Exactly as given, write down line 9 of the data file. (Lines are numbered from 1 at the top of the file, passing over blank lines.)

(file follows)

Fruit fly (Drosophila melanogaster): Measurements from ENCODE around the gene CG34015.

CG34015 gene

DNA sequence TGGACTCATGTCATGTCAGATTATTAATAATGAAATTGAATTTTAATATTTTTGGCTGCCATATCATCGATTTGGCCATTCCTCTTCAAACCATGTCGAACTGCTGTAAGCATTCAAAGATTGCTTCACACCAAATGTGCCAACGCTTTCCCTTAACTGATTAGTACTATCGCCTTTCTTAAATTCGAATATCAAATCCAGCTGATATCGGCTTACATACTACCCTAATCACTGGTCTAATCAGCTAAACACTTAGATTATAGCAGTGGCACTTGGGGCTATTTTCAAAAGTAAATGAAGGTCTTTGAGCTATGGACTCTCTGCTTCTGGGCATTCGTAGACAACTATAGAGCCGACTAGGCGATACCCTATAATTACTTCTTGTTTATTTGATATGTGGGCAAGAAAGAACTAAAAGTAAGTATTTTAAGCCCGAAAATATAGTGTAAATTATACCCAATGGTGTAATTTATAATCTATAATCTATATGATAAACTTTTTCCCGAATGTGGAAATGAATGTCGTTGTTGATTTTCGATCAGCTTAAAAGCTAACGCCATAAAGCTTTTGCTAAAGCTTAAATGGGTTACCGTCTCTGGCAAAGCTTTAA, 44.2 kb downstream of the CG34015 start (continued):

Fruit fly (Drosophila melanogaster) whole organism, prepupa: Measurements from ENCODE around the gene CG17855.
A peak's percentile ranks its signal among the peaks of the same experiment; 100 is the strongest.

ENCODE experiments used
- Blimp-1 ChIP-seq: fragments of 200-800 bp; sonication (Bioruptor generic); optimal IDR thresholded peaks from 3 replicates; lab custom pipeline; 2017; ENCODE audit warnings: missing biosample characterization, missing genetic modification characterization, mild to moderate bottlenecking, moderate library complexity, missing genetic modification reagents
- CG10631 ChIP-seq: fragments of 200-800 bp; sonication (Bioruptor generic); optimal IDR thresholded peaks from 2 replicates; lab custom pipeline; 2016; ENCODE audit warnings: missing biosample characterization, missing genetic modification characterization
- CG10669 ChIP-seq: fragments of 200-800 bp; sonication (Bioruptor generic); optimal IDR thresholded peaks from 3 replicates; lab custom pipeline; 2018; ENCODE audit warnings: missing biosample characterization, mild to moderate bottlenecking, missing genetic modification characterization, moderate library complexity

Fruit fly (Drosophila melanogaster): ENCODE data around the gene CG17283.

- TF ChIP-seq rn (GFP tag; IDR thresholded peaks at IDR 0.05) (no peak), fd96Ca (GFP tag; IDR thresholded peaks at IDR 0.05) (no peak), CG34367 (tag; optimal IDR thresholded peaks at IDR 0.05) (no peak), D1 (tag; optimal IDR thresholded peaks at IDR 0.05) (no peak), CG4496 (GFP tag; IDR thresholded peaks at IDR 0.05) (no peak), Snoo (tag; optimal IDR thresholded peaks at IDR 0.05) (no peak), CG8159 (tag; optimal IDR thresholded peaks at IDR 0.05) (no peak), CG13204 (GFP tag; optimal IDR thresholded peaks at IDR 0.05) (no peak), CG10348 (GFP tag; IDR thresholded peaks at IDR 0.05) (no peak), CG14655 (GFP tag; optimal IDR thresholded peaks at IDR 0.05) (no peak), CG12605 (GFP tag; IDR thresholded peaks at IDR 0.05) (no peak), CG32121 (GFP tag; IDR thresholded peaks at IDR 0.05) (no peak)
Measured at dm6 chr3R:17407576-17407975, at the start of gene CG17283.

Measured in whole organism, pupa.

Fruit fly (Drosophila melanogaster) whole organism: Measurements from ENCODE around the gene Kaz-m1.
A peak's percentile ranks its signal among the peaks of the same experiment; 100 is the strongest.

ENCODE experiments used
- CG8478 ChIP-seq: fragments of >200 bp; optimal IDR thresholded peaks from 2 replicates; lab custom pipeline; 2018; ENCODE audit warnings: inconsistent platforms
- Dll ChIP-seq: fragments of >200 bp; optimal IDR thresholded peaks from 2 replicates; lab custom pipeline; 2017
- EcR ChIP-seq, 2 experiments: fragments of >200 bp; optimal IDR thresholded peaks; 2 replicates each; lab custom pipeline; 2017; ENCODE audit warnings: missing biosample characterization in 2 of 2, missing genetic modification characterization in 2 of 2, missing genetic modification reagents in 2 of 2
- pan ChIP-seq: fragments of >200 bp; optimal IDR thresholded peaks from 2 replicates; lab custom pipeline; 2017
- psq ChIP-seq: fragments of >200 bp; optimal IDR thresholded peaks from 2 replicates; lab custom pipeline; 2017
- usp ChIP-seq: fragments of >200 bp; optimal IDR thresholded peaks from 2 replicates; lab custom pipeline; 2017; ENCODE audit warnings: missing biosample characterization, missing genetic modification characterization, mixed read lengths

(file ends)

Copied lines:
- CG10669 ChIP-seq: fragments of 200-800 bp; sonication (Bioruptor generic); optimal IDR thresholded peaks from 3 replicates; lab custom pipeline; 2018; ENCODE audit warnings: missing biosample characterization, mild to moderate bottlenecking, missing genetic modification characterization, moderate library complexity